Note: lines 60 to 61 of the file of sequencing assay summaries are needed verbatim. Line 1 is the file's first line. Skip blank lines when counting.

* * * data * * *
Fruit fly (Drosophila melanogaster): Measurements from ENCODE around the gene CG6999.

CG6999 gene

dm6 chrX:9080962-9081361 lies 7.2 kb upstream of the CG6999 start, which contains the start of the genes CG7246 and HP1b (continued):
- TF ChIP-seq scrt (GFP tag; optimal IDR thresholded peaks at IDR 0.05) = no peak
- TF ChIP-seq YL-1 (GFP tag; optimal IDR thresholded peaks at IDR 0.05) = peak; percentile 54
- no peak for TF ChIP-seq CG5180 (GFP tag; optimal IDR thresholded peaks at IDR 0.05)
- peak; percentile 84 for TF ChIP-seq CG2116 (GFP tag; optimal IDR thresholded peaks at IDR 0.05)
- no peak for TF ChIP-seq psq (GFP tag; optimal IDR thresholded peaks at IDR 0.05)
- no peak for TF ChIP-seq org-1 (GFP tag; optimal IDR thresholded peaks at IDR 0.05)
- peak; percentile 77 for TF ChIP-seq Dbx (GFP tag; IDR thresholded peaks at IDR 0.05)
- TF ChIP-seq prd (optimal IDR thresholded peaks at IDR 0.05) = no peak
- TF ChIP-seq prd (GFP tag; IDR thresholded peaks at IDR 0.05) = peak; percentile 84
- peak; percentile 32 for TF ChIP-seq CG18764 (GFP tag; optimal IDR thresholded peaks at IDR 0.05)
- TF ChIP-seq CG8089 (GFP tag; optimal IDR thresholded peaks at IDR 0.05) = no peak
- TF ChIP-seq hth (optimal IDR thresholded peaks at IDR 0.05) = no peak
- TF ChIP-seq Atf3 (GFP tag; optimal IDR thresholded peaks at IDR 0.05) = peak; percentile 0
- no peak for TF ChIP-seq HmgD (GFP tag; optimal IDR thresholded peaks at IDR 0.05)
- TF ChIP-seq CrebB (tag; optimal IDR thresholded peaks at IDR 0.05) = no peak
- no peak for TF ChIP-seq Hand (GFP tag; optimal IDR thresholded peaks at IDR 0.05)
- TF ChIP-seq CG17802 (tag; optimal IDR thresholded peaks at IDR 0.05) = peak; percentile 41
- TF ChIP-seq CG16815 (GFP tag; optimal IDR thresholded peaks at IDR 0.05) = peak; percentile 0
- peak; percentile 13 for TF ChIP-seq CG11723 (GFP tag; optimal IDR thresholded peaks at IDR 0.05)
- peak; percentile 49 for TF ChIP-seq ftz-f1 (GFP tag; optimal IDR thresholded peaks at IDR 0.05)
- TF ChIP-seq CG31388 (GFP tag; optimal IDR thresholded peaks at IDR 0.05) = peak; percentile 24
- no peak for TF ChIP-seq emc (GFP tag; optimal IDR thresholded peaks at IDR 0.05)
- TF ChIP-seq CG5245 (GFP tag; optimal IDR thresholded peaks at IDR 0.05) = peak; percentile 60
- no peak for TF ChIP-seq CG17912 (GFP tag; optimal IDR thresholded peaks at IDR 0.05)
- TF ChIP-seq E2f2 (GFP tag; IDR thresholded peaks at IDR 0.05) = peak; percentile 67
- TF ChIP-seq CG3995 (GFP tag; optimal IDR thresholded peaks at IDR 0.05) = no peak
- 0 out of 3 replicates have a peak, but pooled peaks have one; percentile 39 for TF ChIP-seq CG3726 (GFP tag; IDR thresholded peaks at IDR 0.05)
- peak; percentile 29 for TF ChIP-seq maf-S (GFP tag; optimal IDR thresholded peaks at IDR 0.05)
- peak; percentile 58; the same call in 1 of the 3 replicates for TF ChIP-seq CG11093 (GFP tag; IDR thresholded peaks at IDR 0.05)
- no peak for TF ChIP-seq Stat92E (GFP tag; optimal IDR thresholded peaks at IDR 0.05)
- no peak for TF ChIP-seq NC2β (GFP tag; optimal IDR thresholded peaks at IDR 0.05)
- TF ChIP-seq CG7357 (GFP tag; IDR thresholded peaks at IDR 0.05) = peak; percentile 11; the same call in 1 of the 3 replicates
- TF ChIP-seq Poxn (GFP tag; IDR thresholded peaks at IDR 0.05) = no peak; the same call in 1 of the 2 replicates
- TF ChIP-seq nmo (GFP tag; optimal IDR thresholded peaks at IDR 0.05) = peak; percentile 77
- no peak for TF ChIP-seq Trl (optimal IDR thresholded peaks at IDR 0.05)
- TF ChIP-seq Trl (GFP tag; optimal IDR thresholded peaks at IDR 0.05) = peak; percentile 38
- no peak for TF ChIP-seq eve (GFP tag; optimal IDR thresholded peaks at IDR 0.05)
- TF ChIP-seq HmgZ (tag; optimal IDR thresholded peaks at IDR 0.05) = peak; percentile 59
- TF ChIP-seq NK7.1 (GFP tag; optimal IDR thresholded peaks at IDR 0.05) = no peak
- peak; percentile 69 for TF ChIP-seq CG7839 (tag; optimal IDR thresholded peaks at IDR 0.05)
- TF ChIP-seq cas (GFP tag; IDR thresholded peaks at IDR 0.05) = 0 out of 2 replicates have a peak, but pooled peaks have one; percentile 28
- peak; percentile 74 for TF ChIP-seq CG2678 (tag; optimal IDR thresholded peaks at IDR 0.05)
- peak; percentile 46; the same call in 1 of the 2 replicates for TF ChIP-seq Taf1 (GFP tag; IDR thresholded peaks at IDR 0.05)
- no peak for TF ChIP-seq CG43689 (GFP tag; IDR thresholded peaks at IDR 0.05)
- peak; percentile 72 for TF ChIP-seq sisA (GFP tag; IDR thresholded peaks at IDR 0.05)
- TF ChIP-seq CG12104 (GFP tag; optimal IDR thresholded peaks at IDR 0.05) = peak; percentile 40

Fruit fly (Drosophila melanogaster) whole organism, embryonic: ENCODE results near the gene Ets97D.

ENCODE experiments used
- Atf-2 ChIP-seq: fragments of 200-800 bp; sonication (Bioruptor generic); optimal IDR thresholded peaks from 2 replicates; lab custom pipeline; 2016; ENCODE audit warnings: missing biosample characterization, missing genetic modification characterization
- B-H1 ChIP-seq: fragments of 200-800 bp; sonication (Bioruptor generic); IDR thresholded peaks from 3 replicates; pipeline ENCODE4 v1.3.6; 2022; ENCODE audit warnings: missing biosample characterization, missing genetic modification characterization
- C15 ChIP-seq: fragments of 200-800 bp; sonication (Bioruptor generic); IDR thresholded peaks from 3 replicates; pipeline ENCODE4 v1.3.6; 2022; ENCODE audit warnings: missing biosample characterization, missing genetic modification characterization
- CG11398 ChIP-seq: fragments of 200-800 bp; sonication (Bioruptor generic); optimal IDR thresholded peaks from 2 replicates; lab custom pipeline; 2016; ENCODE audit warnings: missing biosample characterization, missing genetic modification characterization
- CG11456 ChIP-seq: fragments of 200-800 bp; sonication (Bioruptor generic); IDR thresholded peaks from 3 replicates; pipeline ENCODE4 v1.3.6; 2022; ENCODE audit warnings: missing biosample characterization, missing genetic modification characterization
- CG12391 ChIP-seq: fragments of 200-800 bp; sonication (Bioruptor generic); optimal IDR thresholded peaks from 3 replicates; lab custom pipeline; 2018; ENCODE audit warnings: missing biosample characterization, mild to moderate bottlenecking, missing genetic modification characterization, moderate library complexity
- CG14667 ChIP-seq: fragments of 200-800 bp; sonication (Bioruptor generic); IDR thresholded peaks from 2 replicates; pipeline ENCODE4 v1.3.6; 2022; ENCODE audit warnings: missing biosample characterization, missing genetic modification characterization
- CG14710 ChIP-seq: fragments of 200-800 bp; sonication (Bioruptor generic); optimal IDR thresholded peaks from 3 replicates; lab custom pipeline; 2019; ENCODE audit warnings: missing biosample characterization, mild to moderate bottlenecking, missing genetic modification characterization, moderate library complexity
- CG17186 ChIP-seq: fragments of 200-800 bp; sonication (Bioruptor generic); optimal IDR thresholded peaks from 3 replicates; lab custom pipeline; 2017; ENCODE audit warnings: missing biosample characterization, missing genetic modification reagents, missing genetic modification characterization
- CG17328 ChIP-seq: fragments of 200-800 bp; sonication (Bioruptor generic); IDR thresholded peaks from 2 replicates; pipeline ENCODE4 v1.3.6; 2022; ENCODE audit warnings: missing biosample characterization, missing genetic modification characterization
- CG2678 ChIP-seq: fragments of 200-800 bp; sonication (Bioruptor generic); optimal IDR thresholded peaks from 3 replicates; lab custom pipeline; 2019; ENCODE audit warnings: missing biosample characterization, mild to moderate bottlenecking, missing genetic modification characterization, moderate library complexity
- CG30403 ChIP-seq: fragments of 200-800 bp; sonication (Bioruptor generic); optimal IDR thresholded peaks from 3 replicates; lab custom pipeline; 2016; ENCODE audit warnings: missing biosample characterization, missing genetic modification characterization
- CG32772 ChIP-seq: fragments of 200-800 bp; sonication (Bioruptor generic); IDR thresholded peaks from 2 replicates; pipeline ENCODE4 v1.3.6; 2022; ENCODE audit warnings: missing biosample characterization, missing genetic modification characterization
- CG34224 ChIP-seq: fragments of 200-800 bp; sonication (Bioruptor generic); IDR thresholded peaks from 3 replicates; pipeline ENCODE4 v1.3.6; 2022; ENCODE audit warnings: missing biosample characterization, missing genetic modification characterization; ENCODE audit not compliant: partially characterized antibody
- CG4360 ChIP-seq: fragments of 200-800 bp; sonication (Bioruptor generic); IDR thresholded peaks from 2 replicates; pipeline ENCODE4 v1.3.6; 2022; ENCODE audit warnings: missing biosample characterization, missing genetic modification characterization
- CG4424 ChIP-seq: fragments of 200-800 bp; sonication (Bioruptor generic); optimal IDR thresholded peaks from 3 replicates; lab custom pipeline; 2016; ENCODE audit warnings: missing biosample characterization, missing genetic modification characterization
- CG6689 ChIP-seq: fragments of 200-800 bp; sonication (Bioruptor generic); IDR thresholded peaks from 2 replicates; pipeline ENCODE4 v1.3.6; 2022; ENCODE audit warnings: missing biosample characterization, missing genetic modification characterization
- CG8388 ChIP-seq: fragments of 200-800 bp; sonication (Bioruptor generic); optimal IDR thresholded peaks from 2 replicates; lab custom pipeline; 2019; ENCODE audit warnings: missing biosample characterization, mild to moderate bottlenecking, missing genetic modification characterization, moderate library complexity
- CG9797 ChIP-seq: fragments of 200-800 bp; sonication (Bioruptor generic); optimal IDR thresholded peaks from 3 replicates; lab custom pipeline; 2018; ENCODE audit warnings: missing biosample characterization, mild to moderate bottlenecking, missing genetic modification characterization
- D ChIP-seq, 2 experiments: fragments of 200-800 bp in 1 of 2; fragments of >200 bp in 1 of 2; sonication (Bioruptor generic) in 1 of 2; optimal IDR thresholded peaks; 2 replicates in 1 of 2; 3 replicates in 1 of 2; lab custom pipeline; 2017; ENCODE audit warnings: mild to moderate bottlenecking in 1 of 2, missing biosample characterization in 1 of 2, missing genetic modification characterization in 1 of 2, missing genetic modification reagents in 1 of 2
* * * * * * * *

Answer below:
- CG17186 ChIP-seq: fragments of 200-800 bp; sonication (Bioruptor generic); optimal IDR thresholded peaks from 3 replicates; lab custom pipeline; 2017; ENCODE audit warnings: missing biosample characterization, missing genetic modification reagents, missing genetic modification characterization
- CG17328 ChIP-seq: fragments of 200-800 bp; sonication (Bioruptor generic); IDR thresholded peaks from 2 replicates; pipeline ENCODE4 v1.3.6; 2022; ENCODE audit warnings: missing biosample characterization, missing genetic modification characterization